Managing Your Team of Campus Marketers

Guerrilla Marketing Form

This is one of the documents from a whole collection of resources that were provided to me from now defunct VarsityBooks.com.  I was an on-campus marketing representative.  Read the full story of My Guerrilla Marketing Tactics On Campus With Varsity Books.

Managing Your Team: What To Do If . .

  • What to do if . . .
    • Team Members show up late or do not show up at all for assigned tasks
      • Remember, you are the team leader. Use your best judgement.
      • Let the team member(s) explain why they were was late or did not show up. They may have a legitimate excuse.  Use your best judgement.
      • Explain to team members how important it is to you, the team, and VarsityBooks.com that they are reliable. Remind them that you count on them and need to know that you can rely on them in the future.  Re-explain the team member job description; highlighting key characteristics, such as reliability, timeliness, hardworking, and dedication.
      • If the team member is habitually late or repeatedly does not show up, it is your responsibility to resolve the problem. Meet with team members face-to-face and remind them of the team member job requirements.  Make them aware that if they do not meet these requirements, they may be terminated.
      • Terminating team members is not an easy task. It is important that you remain calm and explain why you are forced to let the team member go.  Also, remember that you have a team that needs to be aware of what is going on.  Explain to the other team members what happened and why.  This should prevent other team members from failing to meet their duties.
      • If you need assistance or guidance, do not hesitate to contact your Rep Coordinator.
  • You can’t find enough Team Members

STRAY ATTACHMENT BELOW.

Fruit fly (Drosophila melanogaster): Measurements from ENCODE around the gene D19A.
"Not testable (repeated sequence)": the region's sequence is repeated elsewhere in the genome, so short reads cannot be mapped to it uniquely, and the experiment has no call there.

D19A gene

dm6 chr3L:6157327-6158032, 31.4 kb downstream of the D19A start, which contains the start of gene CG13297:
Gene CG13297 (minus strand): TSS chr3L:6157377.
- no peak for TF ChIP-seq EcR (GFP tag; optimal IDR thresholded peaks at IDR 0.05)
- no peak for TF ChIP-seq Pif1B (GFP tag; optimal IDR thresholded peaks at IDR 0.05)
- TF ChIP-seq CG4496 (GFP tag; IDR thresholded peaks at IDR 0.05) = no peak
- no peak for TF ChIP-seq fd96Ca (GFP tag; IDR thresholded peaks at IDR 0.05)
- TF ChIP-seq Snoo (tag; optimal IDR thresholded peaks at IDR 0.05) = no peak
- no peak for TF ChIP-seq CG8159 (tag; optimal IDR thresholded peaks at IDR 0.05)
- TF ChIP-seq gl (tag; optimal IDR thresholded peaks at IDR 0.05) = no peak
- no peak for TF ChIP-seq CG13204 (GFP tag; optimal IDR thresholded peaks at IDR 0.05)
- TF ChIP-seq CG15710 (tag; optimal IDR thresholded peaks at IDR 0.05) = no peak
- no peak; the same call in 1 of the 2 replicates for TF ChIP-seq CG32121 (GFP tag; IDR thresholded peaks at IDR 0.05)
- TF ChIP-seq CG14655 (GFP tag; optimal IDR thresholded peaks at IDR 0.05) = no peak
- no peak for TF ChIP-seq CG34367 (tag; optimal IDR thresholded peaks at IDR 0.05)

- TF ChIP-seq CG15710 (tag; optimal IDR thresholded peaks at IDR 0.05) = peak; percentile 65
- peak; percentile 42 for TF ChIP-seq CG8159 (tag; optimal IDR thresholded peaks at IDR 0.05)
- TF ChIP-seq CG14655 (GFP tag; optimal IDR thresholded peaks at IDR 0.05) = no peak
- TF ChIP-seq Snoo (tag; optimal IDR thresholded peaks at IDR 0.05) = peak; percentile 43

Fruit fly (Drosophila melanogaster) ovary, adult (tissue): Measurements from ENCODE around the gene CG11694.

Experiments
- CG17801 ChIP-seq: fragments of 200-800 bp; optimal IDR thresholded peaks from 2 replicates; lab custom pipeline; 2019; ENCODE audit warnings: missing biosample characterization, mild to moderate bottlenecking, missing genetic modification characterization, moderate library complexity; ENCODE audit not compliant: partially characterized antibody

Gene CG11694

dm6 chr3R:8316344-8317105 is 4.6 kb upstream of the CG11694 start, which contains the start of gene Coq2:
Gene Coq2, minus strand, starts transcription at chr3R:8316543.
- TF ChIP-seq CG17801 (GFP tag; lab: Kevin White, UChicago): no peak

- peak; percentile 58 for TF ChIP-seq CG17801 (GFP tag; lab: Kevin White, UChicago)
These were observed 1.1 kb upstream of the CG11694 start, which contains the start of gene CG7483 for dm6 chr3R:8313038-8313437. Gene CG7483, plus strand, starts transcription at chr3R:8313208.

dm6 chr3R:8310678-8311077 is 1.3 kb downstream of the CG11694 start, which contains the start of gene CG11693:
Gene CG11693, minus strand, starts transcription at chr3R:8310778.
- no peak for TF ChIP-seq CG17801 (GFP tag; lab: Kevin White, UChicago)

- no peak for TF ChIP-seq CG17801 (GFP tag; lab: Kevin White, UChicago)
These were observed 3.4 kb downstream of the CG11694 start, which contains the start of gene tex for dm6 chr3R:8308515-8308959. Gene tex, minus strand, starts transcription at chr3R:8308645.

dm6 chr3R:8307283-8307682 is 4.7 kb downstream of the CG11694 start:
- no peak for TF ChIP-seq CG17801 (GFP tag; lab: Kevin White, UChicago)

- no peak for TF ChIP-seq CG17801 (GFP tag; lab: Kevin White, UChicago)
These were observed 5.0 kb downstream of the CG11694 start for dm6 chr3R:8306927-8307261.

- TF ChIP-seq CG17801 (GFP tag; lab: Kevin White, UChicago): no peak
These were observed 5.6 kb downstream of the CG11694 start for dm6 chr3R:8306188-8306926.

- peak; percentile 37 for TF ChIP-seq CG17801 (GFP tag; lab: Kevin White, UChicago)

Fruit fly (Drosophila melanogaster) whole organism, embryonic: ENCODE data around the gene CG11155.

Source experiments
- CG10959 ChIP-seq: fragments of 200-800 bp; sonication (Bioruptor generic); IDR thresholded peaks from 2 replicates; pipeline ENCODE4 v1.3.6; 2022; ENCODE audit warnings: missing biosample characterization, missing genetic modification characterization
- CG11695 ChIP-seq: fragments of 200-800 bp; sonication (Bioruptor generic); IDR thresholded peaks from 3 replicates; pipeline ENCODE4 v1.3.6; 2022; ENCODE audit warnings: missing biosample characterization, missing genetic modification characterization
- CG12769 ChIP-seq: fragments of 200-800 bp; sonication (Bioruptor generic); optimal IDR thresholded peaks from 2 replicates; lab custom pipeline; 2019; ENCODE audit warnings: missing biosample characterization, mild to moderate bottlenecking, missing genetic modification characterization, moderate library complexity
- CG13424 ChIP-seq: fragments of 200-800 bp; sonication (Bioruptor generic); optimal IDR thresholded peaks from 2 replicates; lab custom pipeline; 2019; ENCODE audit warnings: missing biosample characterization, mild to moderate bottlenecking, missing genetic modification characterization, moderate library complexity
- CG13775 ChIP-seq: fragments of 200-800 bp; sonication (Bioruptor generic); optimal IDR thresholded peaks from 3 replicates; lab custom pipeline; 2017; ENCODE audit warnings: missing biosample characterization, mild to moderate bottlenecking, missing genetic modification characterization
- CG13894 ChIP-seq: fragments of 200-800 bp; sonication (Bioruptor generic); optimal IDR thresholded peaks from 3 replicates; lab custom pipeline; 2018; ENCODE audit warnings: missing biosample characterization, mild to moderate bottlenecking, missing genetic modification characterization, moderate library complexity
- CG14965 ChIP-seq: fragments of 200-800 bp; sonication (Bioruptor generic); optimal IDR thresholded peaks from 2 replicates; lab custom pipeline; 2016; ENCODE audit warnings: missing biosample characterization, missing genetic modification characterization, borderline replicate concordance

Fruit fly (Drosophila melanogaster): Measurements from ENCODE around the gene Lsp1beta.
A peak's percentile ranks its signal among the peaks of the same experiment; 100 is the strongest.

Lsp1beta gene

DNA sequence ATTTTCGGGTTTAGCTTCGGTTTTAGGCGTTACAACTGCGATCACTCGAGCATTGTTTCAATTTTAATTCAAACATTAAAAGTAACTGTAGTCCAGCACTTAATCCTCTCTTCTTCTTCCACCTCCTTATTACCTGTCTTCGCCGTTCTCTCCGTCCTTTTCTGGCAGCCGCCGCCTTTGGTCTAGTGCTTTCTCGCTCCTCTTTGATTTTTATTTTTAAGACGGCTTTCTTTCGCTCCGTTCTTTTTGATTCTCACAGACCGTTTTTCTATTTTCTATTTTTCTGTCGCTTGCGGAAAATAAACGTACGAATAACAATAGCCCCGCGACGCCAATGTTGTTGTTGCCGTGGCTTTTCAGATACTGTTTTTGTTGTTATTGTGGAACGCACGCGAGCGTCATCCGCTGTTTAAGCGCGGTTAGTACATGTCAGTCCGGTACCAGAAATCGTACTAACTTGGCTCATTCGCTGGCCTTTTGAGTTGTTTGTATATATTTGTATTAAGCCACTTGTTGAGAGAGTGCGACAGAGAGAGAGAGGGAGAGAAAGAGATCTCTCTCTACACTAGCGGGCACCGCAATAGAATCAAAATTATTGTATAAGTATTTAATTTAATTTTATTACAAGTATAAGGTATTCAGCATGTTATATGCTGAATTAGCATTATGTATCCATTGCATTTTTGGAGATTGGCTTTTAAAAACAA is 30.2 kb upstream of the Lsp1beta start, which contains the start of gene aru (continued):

• Do not give up! Pursue other avenues that you have not yet used, including asking professors, student affairs, career services, financial aid, advertisements in the school papers, on-line bulletins, and flyers.
    • Ask your team members if they are willing to put in a little extra time to make up for being short-handed.
    • Ask you Rep Coordinator for assistance.
  • You suspect a team member is not reporting accurate hours
  • Ask the team member to clearly outline or document his/her work schedule and tasks. To avoid confrontation, tell the team member that you need to provide VarsityBooks.com with a detailed documentation of the team’s activities on campus.
  • Question any activities, tasks, or times that do not make sense. (e.g., it should not take more than 1 hour to flyer a dorm of 75 to 100 students or if first year orientation is 3 hours, a member scheduled to work orientation should not bill more than 3 1/2 hours)
  • Assign specific tasks and times to any team members that you think is not reporting accurate hours. Explain that these tasks are the only tasks that need to be done and that no other times should be logged without permission.  This will allow you to take control of team members’ hours.
  • If the problem becomes chronic, please contact VarsityBooks.com immediately. Letting the team member go may be the only solution.